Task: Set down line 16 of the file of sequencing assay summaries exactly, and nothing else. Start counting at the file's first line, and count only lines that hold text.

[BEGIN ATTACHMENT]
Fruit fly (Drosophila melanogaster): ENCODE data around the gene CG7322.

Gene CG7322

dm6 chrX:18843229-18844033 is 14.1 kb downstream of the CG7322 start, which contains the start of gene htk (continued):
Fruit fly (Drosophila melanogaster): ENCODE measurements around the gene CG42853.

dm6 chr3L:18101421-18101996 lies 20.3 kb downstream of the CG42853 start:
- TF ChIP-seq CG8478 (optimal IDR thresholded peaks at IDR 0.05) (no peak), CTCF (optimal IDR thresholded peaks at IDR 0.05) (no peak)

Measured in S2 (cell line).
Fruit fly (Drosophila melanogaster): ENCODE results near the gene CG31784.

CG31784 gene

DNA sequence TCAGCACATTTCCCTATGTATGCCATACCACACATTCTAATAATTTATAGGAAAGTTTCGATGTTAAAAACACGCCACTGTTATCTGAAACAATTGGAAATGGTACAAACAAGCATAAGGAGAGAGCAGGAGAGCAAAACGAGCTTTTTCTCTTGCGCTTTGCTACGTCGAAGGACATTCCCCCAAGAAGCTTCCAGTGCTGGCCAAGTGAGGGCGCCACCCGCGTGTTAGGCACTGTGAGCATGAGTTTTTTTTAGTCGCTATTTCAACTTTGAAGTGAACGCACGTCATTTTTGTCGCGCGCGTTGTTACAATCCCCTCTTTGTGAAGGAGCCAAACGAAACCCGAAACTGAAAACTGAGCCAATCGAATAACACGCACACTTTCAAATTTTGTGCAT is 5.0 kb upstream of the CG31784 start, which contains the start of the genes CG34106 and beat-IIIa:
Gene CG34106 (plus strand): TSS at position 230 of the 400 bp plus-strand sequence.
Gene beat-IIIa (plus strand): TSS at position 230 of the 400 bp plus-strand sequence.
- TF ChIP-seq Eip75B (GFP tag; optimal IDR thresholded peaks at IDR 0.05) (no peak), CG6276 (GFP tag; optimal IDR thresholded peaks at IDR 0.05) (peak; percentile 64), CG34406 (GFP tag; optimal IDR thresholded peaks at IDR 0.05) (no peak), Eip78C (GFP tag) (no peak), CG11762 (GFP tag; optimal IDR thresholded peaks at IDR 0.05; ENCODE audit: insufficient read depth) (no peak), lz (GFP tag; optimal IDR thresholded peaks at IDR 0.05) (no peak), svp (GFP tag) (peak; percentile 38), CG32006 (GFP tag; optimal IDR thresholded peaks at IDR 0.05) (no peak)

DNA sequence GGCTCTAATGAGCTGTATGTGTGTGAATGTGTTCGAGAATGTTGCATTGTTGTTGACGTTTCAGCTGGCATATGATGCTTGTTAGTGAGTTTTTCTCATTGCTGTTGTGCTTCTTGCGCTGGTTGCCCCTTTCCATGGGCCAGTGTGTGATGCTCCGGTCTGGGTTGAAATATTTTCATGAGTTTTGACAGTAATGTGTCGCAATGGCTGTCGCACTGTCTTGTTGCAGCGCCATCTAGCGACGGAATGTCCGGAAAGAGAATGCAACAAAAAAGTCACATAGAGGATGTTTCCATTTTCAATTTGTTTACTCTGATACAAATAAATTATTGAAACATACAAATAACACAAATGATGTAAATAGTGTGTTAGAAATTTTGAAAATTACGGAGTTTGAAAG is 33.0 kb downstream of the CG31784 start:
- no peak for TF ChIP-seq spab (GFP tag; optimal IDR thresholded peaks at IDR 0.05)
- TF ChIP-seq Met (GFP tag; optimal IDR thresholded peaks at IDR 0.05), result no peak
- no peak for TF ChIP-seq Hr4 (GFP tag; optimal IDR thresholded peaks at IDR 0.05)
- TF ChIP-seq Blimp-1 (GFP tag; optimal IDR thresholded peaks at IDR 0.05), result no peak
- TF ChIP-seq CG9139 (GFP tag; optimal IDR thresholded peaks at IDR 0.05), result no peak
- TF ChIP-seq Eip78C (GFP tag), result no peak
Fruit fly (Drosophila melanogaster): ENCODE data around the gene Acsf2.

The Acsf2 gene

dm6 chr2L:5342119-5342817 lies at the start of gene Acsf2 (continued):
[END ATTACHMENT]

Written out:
- TF ChIP-seq Met (GFP tag; optimal IDR thresholded peaks at IDR 0.05), result no peak